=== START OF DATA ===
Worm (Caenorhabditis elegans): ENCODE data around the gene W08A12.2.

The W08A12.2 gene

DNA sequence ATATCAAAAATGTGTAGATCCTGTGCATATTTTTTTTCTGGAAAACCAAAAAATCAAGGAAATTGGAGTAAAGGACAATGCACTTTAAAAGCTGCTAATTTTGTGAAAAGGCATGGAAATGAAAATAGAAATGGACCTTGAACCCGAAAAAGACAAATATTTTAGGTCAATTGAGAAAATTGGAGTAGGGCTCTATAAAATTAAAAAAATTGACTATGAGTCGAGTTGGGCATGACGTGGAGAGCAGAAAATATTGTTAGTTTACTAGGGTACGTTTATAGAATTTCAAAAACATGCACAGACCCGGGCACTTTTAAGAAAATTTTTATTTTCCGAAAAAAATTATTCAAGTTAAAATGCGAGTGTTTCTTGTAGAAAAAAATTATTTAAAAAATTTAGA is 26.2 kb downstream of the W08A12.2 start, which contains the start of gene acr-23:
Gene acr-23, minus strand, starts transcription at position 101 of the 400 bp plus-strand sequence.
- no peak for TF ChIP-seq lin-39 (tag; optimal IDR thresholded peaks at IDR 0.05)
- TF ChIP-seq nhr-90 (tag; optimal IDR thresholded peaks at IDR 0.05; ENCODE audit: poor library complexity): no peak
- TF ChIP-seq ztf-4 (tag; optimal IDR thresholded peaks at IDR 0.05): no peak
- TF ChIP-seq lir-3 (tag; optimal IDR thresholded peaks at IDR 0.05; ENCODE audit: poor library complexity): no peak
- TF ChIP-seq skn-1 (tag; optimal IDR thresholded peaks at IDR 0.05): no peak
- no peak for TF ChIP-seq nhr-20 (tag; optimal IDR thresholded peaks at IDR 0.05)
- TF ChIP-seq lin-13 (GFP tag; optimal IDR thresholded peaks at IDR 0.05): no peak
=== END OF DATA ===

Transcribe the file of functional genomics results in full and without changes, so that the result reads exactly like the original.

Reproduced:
Worm (Caenorhabditis elegans): ENCODE data around the gene W08A12.2.

The W08A12.2 gene

DNA sequence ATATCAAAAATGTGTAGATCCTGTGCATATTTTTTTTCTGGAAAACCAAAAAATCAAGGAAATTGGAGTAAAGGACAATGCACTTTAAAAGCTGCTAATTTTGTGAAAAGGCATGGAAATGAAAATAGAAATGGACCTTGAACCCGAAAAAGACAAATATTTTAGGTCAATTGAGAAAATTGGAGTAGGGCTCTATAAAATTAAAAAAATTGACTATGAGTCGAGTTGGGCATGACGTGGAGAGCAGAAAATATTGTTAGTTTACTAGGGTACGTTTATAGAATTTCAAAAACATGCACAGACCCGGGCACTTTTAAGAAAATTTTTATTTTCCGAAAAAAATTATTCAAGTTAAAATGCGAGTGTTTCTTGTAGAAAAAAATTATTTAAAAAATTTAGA is 26.2 kb downstream of the W08A12.2 start, which contains the start of gene acr-23:
Gene acr-23, minus strand, starts transcription at position 101 of the 400 bp plus-strand sequence.
- no peak for TF ChIP-seq lin-39 (tag; optimal IDR thresholded peaks at IDR 0.05)
- TF ChIP-seq nhr-90 (tag; optimal IDR thresholded peaks at IDR 0.05; ENCODE audit: poor library complexity): no peak
- TF ChIP-seq ztf-4 (tag; optimal IDR thresholded peaks at IDR 0.05): no peak
- TF ChIP-seq lir-3 (tag; optimal IDR thresholded peaks at IDR 0.05; ENCODE audit: poor library complexity): no peak
- TF ChIP-seq skn-1 (tag; optimal IDR thresholded peaks at IDR 0.05): no peak
- no peak for TF ChIP-seq nhr-20 (tag; optimal IDR thresholded peaks at IDR 0.05)
- TF ChIP-seq lin-13 (GFP tag; optimal IDR thresholded peaks at IDR 0.05): no peak